South Korea’s $85,000 Glass-Enclosed Bus Stops Look Like Willy Wonka’s Great Glass Elevator

South Korea’s $85,000 Glass-Enclosed Bus Stops Look Like Willy Wonka’s Great Glass Elevator

South Korea's $85,000 Glass-Enclosed Bus Stops Look Like Willy Wonka's Great Glass Elevator

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New bus stops in South Korea are making us wonder if we’re living in a sci-fi society without even realizing it. Glass boxes that test public transport users for COVID-19 ahead of boarding look awfully futuristic, and we can’t shake the feeling that we’ve seen the concept in a fictional film before.

The boxes have a similar design to that of Willy Wonka’s legendary glass elevator. They both provide unique travel options, but unfortunately, the South Korean bus stops don’t promise the inheritance of a chocolate empire. Instead, they offer transportation within your city if you prove to be fever-free.

Each glass bus stop has thermometers built-in. This non-invasive way to tracking temperature allows patrons, both children and adults, to be screened for high temperatures before boarding the public bus, according to Medical Xpress. If any potential passenger has a temperature over 99.5 degrees Fahrenheit, the glass doors leading to the waiting bus will not open. That means no ride if you’re sporting a high temp.

There are other perks, too. Naturally, the glass structures provide immediate shelter from nature’s elements. They also provide WiFi and free hand sanitizer. Other precautions are still advised, like wearing a mask and keeping appropriate social distance, even with the new technology.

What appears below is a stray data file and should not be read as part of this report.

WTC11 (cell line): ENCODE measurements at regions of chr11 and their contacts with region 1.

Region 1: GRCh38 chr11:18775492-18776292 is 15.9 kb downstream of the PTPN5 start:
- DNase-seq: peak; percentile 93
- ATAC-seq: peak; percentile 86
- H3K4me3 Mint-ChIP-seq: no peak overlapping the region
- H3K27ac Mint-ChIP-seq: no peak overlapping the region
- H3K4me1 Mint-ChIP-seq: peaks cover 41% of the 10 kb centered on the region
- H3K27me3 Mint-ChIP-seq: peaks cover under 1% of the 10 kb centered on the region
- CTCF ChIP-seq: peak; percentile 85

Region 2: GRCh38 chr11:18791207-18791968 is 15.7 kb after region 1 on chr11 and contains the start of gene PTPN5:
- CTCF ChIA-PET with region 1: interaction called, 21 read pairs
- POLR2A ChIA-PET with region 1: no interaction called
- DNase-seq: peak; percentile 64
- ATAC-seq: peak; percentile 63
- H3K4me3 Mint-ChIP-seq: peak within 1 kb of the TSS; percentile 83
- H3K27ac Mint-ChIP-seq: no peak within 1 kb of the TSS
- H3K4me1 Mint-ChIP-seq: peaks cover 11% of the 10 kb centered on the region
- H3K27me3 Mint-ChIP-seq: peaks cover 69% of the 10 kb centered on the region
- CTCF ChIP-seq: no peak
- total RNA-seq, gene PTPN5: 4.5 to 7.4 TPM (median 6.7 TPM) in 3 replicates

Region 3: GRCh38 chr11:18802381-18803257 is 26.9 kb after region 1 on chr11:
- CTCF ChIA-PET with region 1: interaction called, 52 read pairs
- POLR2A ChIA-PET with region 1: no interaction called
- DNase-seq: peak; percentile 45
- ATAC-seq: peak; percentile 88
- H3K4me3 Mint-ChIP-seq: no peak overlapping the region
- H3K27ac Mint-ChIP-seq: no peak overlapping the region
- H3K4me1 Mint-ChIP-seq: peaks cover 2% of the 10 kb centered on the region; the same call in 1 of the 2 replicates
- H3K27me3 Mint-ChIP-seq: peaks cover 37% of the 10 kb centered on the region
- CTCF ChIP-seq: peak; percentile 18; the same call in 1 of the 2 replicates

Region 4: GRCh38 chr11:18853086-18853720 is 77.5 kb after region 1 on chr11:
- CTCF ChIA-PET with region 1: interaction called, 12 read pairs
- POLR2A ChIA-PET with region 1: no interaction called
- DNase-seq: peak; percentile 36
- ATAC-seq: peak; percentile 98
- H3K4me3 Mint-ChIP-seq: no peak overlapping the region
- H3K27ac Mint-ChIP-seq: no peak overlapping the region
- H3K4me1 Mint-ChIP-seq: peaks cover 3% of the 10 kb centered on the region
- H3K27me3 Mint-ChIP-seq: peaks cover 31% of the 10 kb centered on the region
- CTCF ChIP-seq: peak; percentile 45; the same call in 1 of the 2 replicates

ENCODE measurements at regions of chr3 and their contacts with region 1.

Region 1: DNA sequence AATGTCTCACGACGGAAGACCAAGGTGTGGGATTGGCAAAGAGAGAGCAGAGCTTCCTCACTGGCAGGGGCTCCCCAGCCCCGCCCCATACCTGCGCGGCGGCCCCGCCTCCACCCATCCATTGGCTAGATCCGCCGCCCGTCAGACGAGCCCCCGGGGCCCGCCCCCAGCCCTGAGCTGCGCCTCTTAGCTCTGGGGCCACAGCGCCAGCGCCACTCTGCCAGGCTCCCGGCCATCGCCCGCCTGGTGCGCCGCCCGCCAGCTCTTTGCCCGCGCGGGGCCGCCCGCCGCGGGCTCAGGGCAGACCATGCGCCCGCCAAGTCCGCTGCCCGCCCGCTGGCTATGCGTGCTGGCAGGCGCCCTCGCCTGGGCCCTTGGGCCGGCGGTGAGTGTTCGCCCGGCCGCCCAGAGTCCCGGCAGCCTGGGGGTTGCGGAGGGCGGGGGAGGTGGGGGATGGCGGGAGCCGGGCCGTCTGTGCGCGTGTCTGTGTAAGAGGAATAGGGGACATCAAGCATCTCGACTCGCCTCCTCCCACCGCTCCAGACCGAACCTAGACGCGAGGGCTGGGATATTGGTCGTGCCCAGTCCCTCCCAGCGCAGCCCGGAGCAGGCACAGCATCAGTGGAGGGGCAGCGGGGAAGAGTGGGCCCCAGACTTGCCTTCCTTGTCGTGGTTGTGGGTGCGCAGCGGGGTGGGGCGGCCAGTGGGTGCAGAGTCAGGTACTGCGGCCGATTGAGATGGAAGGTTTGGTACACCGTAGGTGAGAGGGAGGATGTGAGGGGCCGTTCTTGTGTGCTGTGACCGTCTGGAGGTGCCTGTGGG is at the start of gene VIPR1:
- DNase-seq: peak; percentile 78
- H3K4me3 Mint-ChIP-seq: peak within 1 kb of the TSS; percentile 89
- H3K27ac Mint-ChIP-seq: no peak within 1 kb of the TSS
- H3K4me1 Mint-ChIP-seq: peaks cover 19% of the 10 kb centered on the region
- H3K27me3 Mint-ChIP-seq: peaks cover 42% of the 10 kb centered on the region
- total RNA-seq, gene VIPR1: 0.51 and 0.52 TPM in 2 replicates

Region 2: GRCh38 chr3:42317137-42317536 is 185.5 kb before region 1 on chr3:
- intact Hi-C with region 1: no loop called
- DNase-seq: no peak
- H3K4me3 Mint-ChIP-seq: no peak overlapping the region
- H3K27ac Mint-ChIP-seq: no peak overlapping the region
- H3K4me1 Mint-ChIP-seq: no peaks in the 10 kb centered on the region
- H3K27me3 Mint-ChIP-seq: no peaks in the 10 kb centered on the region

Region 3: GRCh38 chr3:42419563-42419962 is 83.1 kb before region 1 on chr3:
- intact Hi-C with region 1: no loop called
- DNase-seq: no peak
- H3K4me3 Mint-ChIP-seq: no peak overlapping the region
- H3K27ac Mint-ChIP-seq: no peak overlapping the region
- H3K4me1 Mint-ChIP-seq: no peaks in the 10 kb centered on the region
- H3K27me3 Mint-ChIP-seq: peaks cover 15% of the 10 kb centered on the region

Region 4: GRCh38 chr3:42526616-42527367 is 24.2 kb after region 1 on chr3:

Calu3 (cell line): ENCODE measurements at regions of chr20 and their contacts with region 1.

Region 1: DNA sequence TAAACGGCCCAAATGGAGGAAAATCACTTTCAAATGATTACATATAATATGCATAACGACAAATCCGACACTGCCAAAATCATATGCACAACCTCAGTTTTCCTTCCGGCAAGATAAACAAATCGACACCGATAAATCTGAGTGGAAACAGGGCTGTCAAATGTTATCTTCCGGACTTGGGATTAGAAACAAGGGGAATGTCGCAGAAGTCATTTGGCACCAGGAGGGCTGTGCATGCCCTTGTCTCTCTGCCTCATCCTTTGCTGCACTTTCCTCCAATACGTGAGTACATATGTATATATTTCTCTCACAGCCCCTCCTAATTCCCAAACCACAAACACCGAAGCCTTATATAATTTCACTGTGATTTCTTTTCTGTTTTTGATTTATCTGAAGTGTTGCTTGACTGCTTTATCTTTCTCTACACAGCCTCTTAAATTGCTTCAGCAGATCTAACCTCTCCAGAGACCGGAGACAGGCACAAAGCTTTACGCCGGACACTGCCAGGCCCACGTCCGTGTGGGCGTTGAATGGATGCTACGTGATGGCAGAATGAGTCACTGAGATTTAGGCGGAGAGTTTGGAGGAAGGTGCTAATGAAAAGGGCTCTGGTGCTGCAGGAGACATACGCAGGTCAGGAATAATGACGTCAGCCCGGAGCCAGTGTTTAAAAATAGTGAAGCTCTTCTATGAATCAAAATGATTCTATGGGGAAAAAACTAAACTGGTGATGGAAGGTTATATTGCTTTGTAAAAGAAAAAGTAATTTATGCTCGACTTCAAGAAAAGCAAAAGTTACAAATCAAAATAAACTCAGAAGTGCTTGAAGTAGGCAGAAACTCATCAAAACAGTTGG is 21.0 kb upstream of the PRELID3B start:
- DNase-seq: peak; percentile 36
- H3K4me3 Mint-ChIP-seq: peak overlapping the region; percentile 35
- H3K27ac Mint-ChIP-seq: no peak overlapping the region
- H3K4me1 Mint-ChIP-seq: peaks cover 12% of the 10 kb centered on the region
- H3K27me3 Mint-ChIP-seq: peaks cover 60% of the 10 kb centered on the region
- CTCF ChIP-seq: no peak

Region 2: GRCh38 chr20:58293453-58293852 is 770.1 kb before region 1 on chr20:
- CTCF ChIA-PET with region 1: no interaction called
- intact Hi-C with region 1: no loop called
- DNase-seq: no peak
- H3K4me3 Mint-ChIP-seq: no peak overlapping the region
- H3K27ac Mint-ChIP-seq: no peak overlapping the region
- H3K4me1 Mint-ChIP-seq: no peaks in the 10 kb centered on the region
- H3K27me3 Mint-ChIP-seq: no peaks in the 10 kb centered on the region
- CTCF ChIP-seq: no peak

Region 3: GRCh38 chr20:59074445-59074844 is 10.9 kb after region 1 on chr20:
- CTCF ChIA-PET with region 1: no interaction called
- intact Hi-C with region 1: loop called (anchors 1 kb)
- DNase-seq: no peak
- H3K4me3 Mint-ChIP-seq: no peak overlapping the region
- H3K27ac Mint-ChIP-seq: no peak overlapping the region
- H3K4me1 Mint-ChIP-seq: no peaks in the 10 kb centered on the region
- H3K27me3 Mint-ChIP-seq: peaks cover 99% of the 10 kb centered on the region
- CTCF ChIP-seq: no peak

While these bus stops are new innovations, there are already 10 of them installed inSeoul, South Korea. Each cost around $84,000 to build, a high price for high temperature precautions. But something that seems worthwhile.

South Korea, in general, has been well ahead of many parts of the world when it comes to Coronavirus precautions. The community flattened their curve all the way back in March. Though the virus continues to spread within the country, most days see a report of well under 100 cases per day. Any additional spikes, compared to the outbreak in the Spring, have been avoided.
And both South Korea and America had their first official Covid-19 diagnosis on January 20, according to Vox.

COVID-19 numbers continue to soar in the United States. On Wednesday, it was revealed an average of over 1,000 people were dying daily from the virus in America, CNN reported. This number held steady for 16 days in a row.

Meanwhile, South Korea has had a total of 304 COVID-19 deaths since the start of the virus. South Korea does have a much small population comparatively, though, with close to 52 million citizens.

Passengers walk past a bus at a bus stop in Seoul on November 22, 2012
<JUNG YEON-JE/AFP VIA GETTY IMAGES/GETTY>

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